The Holy Grail: WWE’s Most Infamous Lost Match

On Monday, May 13th, WWE aired what has been called for over thirty ‘the Holy Grail,’ as it pitted a promising young talent by the name of Tom Magee against ‘The Excellence of Execution’ Bret ‘The Hitman’ Hart.

During the mini-documentary that preceded the airing of the match, Kassius Ohno spoke about how this was a match that tape traders back then often spoke about, much like collectors seeking a hockey or baseball card in mint condition that is so rare that no one can lay claim to it. This is the Holy Grail, WWEs Most Infamous Lost Match,

In 1986, at the height of Hulkamania, Vince McMahon began to look at the future and who might be the next face of WWE. McMahon turned to Stu Hart to mold the man who was to become, the future of his company.

The Holy Grail WWE's Most Infamous Lost Match
[Photo: SEScoops]

The Holy Grail – WWE’s Most Infamous Lost Match

Bret Hart spoke about how Magee looked. He was muscular and even referred to him as an ‘Adonis’. He stood 6’3 or 6’4 and took number two in the world’s strongest man contest. The fact that WWE was contemplating someone replacing Hulk Hogan as the face of the company is hard to conceive.

On October 7th, 1986, Tom Magee had a WWE tryout match against Bret Hart.

The tryout match was intended to be an opportunity to see if Magee was worth committing time and energy in. Bret told Magee to follow his instructions in the ring and not question anything he was told.

Tom Magee later signed with WWE, where he remained under contract until 1990. Footage from Magee’s match against Hart was never seen again.

Despite WWE’s hopes for Magee, he was never seen on television, and to a large extent was forgotten until now. Tyson Kidd and Harry Smith spoke of Bret Hart playing this match back in 1996 when there was a get-together at his home in Calgary. The match was one that wrestlers often asked about.

This was out of a desire to watch and learn from it. The match wasn’t readily available at all. Bret Hart would actually have all of his matches on videocassette and cataloged. In fact, he had tasked someone to convert them from VHS to DVD. Bret also said she could hold on to the tapes because they served no purpose after the conversion. This was because VHS tapes were being phased out.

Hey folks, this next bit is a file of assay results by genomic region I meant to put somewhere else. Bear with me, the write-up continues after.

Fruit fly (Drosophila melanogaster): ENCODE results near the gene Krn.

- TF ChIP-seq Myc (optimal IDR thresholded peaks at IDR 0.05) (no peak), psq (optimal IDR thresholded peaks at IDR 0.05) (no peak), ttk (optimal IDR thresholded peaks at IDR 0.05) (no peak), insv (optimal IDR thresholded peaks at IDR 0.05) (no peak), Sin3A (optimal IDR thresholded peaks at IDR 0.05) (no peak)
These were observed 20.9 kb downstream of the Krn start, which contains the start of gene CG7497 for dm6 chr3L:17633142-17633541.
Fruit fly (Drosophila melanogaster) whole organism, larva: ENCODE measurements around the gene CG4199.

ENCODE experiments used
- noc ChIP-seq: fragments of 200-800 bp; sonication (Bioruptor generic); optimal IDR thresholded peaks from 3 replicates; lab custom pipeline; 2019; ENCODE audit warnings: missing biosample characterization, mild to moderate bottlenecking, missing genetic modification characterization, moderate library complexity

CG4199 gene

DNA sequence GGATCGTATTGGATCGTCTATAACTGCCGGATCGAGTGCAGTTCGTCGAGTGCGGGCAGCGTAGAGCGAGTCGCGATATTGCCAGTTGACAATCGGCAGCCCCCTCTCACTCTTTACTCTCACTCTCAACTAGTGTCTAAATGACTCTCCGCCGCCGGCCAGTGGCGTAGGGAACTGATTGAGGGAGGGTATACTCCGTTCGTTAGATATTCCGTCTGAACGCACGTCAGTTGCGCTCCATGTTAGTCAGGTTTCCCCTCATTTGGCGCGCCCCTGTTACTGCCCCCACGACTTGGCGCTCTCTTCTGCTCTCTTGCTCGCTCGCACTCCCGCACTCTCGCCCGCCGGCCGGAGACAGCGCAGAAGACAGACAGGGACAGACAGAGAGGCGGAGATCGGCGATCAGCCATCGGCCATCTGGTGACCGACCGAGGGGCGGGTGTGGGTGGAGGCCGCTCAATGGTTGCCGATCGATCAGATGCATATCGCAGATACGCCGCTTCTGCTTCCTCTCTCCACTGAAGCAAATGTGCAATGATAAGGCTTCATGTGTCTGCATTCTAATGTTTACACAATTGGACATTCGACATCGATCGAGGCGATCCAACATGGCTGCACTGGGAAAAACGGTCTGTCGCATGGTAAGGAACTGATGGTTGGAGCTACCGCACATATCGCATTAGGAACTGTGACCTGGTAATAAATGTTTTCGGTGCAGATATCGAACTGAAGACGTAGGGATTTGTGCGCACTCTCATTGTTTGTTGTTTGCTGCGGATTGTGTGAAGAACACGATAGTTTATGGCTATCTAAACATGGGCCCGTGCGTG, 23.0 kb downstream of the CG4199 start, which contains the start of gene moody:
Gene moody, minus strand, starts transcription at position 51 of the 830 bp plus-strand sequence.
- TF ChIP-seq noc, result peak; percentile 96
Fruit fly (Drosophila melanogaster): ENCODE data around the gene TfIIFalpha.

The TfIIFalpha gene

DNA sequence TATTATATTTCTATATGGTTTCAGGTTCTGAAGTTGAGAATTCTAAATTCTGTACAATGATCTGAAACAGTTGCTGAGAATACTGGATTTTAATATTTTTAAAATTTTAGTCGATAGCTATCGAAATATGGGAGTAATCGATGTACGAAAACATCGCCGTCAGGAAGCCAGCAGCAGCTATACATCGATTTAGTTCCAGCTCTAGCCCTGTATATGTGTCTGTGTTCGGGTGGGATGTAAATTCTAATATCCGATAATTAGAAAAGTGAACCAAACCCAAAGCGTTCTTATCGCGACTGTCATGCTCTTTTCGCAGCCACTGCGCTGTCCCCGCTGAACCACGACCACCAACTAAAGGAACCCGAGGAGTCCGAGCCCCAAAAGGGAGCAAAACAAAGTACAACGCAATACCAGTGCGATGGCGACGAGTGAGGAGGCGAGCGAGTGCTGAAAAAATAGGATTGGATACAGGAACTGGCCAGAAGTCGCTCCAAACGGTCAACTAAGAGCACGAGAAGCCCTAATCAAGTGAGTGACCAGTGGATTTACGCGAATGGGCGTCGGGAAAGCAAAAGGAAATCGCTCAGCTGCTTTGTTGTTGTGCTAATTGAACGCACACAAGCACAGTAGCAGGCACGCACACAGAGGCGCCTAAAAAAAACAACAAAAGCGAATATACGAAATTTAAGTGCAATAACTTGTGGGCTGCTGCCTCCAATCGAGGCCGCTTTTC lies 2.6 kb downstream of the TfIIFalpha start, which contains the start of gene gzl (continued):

Attention Paid To ‘Other’ Person

Those that spoke about this match noted that at the time the company was focused on the wrong person. Since it wasn’t, in fact, Tom Magee, but Bret Hart that became the face of the company. Magee was actually interviewed on camera and spoke of the match as an experience that went well.

He doesn’t resemble the specimen that competed against Hart any longer, but his friendly and cordial nature was evident and he seemed appreciative of the opportunity that was presented to him decades ago. He said he wasn’t sure if anyone would be impressed when they actually see the match.

The match took place in Rochester, New York on October 7th, 1986. However, it was a dark match preceding a television taping, Gorilla Monsoon, and Bobby Heenan were on commentary. The match is joined in progress as Hart has Magee in a side headlock, but the man called ‘Megaman’ breaks from it.

He catches Hart attempting to drop a boot, does a cartwheel and backflip, and locks in an armbar after an arm drag. Both men are on their feet and Magee showcases his agility once again, catching The Hitman with a fine-looking arm drag. Hart pushes him back into the corner turnbuckle and begins to drop punches, but Magee leaps to the top rope and hits a standing somersault off the top. Hart retreats to the floor after a pair of dropkicks.

Action Continued

Once back to live-action, Hart continues to work on Magee with an atomic drop along with elbows and then suspending him throat first along the top rope. He picks him up and slams him, and then drops a leg. He whips Magee head first into the corner turnbuckle and follows up with boots and punches.

After an Irish whip, Magee catches Hart with a sunset flip, but only for a count of two. The Hitman picks him up and hits a backbreaker, followed by an elbow off the second rope. Bret returns Magee to the corner turnbuckle, but he reverses another Irish whip and Bret goes in chest first.

Magee then hits an elbow and tries a small package, but only gets a count of two. He misses a dropkick and Hart throws him outside. Magee slowly makes his way back into the ring, reverses a suplex attempt and rolls Hart up for a pinfall win. The commentary really showcased how much they thought of Magee. This was the Holy Grail WWEs Most Infamous Lost Match with Tom Magee and Bret Hart.